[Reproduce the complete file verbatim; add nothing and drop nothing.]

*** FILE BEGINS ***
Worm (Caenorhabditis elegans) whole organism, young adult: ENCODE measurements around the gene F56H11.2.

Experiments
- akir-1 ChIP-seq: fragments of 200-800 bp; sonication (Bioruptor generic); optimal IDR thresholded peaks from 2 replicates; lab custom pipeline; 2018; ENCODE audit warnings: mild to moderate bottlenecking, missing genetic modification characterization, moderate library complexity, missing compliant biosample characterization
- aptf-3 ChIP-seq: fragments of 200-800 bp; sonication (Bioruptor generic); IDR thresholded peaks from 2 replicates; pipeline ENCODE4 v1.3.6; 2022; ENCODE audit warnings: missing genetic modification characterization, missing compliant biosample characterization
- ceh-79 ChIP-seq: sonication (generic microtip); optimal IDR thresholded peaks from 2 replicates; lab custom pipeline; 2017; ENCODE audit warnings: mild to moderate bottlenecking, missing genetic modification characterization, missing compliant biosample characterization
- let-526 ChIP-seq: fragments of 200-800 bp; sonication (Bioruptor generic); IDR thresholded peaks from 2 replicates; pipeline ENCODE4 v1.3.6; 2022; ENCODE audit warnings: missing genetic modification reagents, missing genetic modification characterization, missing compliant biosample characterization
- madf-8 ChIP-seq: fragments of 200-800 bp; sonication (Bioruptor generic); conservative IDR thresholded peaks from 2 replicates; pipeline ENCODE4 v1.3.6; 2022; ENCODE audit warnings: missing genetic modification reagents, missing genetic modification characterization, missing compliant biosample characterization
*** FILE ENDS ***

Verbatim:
Worm (Caenorhabditis elegans) whole organism, young adult: ENCODE measurements around the gene F56H11.2.

Experiments
- akir-1 ChIP-seq: fragments of 200-800 bp; sonication (Bioruptor generic); optimal IDR thresholded peaks from 2 replicates; lab custom pipeline; 2018; ENCODE audit warnings: mild to moderate bottlenecking, missing genetic modification characterization, moderate library complexity, missing compliant biosample characterization
- aptf-3 ChIP-seq: fragments of 200-800 bp; sonication (Bioruptor generic); IDR thresholded peaks from 2 replicates; pipeline ENCODE4 v1.3.6; 2022; ENCODE audit warnings: missing genetic modification characterization, missing compliant biosample characterization
- ceh-79 ChIP-seq: sonication (generic microtip); optimal IDR thresholded peaks from 2 replicates; lab custom pipeline; 2017; ENCODE audit warnings: mild to moderate bottlenecking, missing genetic modification characterization, missing compliant biosample characterization
- let-526 ChIP-seq: fragments of 200-800 bp; sonication (Bioruptor generic); IDR thresholded peaks from 2 replicates; pipeline ENCODE4 v1.3.6; 2022; ENCODE audit warnings: missing genetic modification reagents, missing genetic modification characterization, missing compliant biosample characterization
- madf-8 ChIP-seq: fragments of 200-800 bp; sonication (Bioruptor generic); conservative IDR thresholded peaks from 2 replicates; pipeline ENCODE4 v1.3.6; 2022; ENCODE audit warnings: missing genetic modification reagents, missing genetic modification characterization, missing compliant biosample characterization